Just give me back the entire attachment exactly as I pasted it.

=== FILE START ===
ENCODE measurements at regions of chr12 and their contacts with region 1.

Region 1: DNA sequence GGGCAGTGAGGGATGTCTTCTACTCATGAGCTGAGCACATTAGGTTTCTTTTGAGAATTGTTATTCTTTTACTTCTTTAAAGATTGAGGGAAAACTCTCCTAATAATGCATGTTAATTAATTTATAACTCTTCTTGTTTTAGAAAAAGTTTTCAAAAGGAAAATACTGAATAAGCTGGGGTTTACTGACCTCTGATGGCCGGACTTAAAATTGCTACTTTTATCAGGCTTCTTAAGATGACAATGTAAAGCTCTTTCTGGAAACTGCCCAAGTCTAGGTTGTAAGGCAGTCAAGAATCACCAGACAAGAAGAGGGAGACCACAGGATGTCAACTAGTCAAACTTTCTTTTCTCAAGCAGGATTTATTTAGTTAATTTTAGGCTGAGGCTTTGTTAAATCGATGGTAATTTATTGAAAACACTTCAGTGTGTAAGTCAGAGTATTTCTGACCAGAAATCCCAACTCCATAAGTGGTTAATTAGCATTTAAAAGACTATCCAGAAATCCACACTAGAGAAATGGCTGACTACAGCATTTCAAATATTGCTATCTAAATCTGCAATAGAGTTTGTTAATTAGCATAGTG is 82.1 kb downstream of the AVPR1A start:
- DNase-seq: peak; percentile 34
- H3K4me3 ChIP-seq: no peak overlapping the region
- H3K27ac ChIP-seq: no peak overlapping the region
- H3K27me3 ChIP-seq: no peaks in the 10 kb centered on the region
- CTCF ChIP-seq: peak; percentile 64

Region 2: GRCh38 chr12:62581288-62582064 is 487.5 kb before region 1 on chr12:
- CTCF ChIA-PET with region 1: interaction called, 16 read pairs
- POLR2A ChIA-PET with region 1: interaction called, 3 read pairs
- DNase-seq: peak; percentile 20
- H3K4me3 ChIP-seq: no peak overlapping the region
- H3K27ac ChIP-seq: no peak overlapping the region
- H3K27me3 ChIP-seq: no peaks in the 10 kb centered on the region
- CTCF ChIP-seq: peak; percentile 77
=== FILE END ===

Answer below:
ENCODE measurements at regions of chr12 and their contacts with region 1.

Region 1: DNA sequence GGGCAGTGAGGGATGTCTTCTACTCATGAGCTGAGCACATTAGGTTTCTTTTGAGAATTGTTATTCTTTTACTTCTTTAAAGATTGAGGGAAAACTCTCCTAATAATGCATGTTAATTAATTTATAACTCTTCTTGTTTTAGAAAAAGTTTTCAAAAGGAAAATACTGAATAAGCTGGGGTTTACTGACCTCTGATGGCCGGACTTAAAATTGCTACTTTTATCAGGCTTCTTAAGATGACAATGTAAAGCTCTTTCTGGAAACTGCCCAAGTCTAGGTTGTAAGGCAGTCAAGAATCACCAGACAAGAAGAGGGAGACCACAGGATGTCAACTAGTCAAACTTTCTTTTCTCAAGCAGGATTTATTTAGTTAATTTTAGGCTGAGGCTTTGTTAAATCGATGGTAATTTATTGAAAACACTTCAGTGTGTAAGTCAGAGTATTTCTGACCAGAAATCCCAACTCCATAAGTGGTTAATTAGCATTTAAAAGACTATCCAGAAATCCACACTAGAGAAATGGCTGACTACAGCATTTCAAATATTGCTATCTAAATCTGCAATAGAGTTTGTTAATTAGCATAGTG is 82.1 kb downstream of the AVPR1A start:
- DNase-seq: peak; percentile 34
- H3K4me3 ChIP-seq: no peak overlapping the region
- H3K27ac ChIP-seq: no peak overlapping the region
- H3K27me3 ChIP-seq: no peaks in the 10 kb centered on the region
- CTCF ChIP-seq: peak; percentile 64

Region 2: GRCh38 chr12:62581288-62582064 is 487.5 kb before region 1 on chr12:
- CTCF ChIA-PET with region 1: interaction called, 16 read pairs
- POLR2A ChIA-PET with region 1: interaction called, 3 read pairs
- DNase-seq: peak; percentile 20
- H3K4me3 ChIP-seq: no peak overlapping the region
- H3K27ac ChIP-seq: no peak overlapping the region
- H3K27me3 ChIP-seq: no peaks in the 10 kb centered on the region
- CTCF ChIP-seq: peak; percentile 77